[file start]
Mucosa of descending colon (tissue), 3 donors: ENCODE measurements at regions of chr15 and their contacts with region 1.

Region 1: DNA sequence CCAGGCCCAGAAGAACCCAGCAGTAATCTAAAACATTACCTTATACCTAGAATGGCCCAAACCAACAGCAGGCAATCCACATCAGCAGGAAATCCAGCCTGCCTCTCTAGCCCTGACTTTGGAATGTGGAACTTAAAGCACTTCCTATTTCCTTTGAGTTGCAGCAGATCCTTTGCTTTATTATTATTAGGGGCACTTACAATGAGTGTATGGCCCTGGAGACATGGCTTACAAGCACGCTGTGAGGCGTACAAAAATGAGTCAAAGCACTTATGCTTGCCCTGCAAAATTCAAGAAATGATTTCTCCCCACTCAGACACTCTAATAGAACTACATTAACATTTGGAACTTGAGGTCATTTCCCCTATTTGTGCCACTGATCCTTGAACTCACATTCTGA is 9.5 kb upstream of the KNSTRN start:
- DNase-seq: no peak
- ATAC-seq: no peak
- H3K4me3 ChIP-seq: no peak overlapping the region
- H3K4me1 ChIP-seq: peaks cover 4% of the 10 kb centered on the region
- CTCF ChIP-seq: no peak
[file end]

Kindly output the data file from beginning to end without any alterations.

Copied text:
Mucosa of descending colon (tissue), 3 donors: ENCODE measurements at regions of chr15 and their contacts with region 1.

Region 1: DNA sequence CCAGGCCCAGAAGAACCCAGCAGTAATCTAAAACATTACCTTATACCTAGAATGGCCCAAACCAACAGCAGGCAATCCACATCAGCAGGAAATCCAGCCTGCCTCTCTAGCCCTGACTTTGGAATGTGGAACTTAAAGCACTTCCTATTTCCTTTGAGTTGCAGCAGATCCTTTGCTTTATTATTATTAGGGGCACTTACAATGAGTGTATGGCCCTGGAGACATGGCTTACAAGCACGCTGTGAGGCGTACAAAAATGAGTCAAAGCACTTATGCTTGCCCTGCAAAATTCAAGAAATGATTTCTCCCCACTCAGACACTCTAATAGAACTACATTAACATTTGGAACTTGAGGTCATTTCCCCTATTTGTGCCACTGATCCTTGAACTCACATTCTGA is 9.5 kb upstream of the KNSTRN start:
- DNase-seq: no peak
- ATAC-seq: no peak
- H3K4me3 ChIP-seq: no peak overlapping the region
- H3K4me1 ChIP-seq: peaks cover 4% of the 10 kb centered on the region
- CTCF ChIP-seq: no peak